The Effectiveness of Olanzapine/Fluoxetine Combination for Bipolar Depression
A recent analysis of the olanzapine/fluoxetine combination (OFC) has supported its effectiveness in treating the depressive phase of bipolar disorder. Compared with the sole treatment of olanzapine, OFC was found to be more effective, and with no more adverse effects.1 According to Dr. Marcus Silva of the University of Brasilia, these findings have presented an alternative therapy for those suffering from bipolar depression.1
Bipolar depression burdens patients for three times as many days as other mood episodes, and four years ago, OFC became the first FDA-approved acute treatment for bipolar depression.1 Treatment guidelines for bipolar depression often differ, as there is evidence that antidepressants increase the risk of promoting a mood switch to mania or rapid cycling.1 Still, despite numerous trials and analyses conducted on the subject of antidepressants and bipolar depression, the role antidepressants play is still quite unclear.1
However, four out of the five major consensus-developed guidelines state that the combination of an SSRI antidepressant and an antimanic agent is recommended among first-line treatments for bipolar depression.1 Currently, first-line treatments include OFC, olanzapine, valproate, lamotrigine, and lamotrigine with lithium.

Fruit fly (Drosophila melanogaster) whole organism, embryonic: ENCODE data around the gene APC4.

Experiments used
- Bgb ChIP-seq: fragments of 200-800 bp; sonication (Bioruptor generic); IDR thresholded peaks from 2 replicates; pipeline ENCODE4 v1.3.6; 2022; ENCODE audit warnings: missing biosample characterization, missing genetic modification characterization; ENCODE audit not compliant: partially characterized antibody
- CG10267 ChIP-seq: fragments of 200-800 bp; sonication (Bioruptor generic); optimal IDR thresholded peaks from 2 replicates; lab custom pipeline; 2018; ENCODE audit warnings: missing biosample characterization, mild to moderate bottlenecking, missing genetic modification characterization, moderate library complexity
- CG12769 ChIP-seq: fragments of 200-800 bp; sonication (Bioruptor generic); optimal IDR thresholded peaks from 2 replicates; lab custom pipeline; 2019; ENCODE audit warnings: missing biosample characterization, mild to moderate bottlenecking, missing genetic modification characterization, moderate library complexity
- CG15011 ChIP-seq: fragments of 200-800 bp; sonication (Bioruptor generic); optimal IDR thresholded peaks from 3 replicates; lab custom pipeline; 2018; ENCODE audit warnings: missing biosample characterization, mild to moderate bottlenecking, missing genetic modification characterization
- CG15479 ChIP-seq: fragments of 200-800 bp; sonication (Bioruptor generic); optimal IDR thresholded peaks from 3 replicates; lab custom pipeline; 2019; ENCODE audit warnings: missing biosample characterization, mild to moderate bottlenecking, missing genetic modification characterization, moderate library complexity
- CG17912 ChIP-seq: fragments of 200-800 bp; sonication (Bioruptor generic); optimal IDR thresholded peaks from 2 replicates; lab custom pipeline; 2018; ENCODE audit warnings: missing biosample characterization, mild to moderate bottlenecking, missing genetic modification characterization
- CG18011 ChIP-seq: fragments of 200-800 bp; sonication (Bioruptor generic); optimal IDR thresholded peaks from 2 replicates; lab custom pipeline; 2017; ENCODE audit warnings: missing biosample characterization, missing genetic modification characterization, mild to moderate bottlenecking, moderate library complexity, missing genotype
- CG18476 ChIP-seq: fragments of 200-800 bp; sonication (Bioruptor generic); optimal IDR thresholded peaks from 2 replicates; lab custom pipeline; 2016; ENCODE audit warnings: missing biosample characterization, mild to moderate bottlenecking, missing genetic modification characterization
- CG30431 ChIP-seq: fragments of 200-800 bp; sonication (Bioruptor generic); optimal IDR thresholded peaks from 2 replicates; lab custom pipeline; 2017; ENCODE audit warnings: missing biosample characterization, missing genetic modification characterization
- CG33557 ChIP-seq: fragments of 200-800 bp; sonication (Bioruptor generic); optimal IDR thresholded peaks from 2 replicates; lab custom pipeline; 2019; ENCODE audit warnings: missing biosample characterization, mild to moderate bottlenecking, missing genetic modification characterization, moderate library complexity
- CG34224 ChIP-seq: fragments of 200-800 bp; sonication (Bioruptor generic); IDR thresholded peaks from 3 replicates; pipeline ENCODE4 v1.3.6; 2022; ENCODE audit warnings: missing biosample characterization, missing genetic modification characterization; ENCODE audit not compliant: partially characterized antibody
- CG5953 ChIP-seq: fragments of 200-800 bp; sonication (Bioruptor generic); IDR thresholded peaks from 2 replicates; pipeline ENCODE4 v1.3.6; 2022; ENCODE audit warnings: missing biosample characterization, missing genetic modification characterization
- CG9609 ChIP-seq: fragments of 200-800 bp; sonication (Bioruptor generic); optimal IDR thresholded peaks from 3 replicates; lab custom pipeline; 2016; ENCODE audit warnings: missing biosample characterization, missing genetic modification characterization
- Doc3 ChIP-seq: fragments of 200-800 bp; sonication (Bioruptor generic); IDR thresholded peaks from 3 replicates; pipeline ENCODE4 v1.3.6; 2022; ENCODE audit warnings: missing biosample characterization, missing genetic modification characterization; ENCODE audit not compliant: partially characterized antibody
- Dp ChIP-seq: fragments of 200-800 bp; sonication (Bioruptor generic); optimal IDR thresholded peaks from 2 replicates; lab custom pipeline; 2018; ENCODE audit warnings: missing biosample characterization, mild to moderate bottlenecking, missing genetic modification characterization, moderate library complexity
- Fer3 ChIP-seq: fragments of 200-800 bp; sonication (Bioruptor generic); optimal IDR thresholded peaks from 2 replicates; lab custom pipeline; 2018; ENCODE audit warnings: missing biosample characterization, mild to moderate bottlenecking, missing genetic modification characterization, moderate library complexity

Silva and colleagues conducted an analysis of four randomized clinical trials that met the inclusion criteria.1 They found that the response rate was significantly higher with OFC than with olanzapine alone or a placebo.1 Still, lamotrigine was the most effective treatment.1 However, the severity of symptoms and relapse rates were significantly lower with OFC than with lamotrigine or placebo.1 Adverse effects occurred more frequently with OFC when compared with lamotrigine; however, there were fewer serious adverse events.1
Silva and colleagues state that their findings conclude that the use of OFC, rather than some existing monotherapies, shows benefits in response, remission, quality of live, severity of symptoms, relapse, and discontinuation.1 In fact, no increased risk of mania was observed.1
 Bender, K. J. (2013, July 16). Olanzapine/Fluoxetine Combination Affirmed for Bipolar Depression. Psychiatric Times. Retrieved October 1, 2013, from http://www.psychiatrictimes.com/bipolar-disorder/olanzapinefluoxetine-combination-affirmed-bipolar-depression